Although groups of chimps appear to pass on their own traditions of tool use and social communication (SN: 6/19/99, p. 388), monkeys may not do so. Field observations have yielded no conclusive evidence that monkeys impute thoughts or emotions to others, intentionally imitate what others do, or teach each other even simple food-gathering skills.
Still, it’s too early to draw firm conclusions about the mental workings of nonhuman primates, Smuts says. Greetings between pairs of male baboons provide glimpses of what look to Smuts like learned performances. Each greeting incorporates a set of conventional behaviors while still allowing for on-the-spot negotiations about who does what to whom and how far to go.
Smuts and anthropologist John M. Watanabe of Dartmouth College in Hanover, N.H., have documented, over a 4-month period, 637 greetings among 12 adult males in a troop of 150 baboons in Kenya. Smuts has also videotaped 400 such greetings in another baboon troop of comparable size.
Watanabe summarized his and Smuts’ findings in February at the Annual Meeting of the American Association for the Advancement of Science in Washington, D.C. A typical greeting begins with one male walking upright rapidly toward another with a straight-legged, rolling stride. The approaching male looks directly at his intended partner while making friendly gestures, such as smacking his lips, flattening his ears back, and narrowing his eyes.
Often, the second male maintains eye contact and smacks his lips in return. In that case, the animals get up close and personal. They often begin with a quick hug or nuzzle. One then presents his hindquarters; the other grasps them, mounts the reversed partner, and touches his scrotum or gently pulls his penis. Sometimes, participants exchange active and passive roles during a single greeting.
After a completed greeting, which usually lasts no more than a few seconds, both males walk away using the stiff-legged gait characteristic of the approach.
Greetings tend to proceed in ways that reflect the animals’ willingness to cooperate with one another, Watanabe says. Young adult males—each in his physical prime and able to obtain mates on his own—seldom team up, and pairs of these toughs usually fail to complete greetings.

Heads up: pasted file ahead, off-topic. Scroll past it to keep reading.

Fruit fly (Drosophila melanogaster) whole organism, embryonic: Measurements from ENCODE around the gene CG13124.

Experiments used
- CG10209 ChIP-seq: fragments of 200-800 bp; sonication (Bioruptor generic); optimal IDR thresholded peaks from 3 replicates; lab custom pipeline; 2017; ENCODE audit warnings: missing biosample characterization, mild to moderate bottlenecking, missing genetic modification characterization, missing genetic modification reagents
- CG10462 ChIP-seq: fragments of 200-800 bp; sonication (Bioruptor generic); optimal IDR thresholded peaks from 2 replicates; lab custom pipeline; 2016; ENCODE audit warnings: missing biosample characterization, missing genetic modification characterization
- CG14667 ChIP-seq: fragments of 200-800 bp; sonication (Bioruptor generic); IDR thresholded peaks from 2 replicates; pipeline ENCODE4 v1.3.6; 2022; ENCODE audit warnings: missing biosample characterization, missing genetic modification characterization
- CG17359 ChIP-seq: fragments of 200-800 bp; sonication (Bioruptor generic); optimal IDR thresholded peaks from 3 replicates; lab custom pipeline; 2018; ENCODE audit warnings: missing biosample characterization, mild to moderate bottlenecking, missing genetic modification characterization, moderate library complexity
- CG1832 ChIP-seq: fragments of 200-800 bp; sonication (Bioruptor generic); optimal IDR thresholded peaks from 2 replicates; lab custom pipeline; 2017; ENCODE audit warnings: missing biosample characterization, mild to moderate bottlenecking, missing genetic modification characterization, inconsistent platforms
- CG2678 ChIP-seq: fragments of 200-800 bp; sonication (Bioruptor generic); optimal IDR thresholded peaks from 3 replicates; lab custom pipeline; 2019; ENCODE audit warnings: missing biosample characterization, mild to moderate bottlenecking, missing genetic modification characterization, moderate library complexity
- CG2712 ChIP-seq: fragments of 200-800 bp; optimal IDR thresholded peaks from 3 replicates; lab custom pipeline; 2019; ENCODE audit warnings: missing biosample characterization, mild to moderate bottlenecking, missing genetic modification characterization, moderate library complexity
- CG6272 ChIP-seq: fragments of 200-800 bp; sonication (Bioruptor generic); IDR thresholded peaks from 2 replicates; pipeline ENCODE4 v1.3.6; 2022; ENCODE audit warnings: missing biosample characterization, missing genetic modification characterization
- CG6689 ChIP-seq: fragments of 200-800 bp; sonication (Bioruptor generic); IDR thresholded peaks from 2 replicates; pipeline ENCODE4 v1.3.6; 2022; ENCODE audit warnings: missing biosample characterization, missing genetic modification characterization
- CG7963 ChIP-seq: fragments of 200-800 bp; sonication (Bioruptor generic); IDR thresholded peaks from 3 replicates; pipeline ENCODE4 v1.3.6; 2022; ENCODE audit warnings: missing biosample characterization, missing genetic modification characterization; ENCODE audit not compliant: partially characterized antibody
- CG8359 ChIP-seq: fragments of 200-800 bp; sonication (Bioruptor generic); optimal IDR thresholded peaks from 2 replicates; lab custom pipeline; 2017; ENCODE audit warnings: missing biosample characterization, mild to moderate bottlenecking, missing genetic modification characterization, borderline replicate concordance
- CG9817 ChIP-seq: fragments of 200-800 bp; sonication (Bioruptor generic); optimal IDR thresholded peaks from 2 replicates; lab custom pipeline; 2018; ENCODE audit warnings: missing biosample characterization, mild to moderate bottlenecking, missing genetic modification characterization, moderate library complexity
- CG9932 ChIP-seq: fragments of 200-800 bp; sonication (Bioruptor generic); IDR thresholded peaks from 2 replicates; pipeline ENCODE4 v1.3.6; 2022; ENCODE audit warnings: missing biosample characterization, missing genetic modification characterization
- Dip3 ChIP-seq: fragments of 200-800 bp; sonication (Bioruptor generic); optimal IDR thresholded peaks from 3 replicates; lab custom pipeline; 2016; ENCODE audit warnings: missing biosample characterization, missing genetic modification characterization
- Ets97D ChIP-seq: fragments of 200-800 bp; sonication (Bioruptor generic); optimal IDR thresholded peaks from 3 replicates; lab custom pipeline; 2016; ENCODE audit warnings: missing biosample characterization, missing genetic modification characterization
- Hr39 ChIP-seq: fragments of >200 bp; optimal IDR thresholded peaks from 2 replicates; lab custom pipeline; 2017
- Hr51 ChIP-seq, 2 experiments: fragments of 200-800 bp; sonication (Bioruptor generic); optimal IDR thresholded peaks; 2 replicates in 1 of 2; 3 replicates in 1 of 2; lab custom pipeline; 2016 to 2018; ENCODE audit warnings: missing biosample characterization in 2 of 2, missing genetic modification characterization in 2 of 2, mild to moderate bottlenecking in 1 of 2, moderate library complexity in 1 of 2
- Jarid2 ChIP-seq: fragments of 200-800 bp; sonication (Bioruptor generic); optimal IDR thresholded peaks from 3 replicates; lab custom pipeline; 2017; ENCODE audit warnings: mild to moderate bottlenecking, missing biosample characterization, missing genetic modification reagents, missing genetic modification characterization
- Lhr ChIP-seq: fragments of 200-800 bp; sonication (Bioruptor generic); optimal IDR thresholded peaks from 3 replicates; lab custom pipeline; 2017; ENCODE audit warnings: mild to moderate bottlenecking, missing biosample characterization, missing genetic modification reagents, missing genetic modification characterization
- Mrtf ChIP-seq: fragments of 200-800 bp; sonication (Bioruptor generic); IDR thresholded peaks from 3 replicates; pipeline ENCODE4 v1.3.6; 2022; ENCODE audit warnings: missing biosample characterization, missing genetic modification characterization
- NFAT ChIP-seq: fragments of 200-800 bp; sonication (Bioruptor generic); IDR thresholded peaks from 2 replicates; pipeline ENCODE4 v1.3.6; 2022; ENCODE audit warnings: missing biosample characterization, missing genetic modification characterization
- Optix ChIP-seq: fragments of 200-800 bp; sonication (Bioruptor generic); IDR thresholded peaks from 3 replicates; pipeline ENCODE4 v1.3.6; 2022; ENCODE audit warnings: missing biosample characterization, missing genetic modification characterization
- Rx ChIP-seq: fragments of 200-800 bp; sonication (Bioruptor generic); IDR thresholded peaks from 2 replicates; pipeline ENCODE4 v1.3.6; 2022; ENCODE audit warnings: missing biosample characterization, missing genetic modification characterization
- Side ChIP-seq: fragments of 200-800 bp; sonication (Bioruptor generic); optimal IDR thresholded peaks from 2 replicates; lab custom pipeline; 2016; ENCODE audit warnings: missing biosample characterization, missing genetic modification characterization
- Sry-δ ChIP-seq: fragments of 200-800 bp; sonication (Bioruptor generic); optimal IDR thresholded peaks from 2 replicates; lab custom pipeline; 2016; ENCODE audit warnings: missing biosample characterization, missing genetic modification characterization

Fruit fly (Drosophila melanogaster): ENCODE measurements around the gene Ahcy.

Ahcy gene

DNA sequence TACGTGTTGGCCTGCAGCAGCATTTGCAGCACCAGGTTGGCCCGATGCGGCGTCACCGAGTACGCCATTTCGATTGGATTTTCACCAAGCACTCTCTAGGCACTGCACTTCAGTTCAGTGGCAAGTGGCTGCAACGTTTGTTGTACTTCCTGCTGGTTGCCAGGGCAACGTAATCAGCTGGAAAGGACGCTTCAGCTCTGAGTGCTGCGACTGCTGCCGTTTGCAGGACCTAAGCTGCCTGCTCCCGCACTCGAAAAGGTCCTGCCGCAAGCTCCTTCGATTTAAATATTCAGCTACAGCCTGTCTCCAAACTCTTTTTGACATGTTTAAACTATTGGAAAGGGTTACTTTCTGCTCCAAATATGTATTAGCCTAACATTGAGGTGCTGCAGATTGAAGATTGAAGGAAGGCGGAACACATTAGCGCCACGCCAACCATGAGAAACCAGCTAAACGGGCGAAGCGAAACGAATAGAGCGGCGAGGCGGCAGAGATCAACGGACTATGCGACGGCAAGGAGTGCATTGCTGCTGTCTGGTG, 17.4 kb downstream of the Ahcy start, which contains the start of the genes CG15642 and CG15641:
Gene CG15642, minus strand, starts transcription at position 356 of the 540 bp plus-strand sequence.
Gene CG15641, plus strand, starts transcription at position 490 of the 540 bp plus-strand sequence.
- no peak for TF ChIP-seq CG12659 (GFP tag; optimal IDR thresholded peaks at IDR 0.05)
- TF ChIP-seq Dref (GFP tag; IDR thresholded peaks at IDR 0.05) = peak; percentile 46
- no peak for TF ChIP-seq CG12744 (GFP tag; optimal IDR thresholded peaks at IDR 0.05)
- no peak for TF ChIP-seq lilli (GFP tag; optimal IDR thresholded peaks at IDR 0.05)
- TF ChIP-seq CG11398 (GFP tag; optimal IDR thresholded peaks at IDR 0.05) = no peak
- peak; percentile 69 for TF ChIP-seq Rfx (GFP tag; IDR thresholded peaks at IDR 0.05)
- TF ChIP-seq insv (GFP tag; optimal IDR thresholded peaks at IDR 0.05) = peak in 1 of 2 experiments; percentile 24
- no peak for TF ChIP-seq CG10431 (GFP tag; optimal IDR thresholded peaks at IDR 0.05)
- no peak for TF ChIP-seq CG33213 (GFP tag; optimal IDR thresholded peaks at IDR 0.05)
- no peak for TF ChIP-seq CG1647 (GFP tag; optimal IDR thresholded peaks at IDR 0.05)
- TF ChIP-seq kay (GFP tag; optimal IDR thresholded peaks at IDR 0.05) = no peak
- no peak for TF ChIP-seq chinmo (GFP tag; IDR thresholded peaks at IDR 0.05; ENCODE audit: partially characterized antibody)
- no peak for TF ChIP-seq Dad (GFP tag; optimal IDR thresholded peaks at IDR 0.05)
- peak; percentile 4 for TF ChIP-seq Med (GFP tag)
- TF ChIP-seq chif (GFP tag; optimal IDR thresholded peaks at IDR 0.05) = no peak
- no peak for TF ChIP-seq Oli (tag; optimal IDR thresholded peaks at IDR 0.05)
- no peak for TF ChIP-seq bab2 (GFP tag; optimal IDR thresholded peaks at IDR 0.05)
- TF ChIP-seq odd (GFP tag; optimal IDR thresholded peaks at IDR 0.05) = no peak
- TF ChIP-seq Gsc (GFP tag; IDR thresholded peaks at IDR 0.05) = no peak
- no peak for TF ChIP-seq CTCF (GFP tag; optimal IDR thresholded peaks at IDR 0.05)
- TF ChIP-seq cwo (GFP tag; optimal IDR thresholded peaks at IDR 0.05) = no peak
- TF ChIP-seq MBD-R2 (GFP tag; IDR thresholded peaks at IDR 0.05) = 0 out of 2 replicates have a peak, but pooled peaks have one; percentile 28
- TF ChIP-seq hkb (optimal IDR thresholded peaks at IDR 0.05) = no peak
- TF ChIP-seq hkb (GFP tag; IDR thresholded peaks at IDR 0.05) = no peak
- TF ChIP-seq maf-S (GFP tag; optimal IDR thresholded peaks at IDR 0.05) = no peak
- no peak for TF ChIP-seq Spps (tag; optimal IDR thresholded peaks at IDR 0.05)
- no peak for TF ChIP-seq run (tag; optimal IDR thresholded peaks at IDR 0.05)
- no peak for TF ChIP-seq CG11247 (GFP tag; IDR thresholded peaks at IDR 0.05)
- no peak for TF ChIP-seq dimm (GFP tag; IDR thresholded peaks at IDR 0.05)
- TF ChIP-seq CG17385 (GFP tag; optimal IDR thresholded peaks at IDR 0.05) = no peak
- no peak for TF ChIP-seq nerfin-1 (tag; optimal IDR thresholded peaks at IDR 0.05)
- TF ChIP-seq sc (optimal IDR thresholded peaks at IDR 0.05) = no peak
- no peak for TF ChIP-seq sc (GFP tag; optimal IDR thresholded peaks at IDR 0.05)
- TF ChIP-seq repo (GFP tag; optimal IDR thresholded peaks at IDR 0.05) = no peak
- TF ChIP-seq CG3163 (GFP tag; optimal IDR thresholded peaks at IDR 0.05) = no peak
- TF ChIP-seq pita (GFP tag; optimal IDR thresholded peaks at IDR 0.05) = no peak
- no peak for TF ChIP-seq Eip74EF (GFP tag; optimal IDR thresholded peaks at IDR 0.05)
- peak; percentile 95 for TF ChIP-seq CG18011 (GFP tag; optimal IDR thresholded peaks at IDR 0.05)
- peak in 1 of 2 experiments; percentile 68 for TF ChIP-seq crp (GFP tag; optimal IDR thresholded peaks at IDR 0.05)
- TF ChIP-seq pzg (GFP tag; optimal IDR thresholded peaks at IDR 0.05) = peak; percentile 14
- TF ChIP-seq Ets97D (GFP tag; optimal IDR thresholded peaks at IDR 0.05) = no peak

They often circle each other, jockey to position themselves as the active partner, and end up either walking away or getting into a minor scuffle. Young adult males sometimes approach older males and almost always take the active role in the ensuing encounter. The older males, being less dominant, usually accept this arrangement but exhibit signs of wariness and worry. Younger males may seek to buddy up to senior comrades who have influential female friends within the troop, the researchers suggest.
Such a strategy seems plausible. Young adult males move from their native troops into new troops, whereas females stay put, living among close relatives. Older males typically have lived in the same troop long enough to have forged opposite-sex bonds. In her earlier work, Smuts charted strategic friendships that develop between baboons that enable the male to benefit, for example, from the female’s greater access to food resources, and the female to gain protection by the male.
Greetings among pairs of older males stand out dramatically in the emotionally charged atmosphere of male baboon society. Older male partners stayed relatively relaxed during the large majority of their mutual greetings, Smuts and Watanabe say.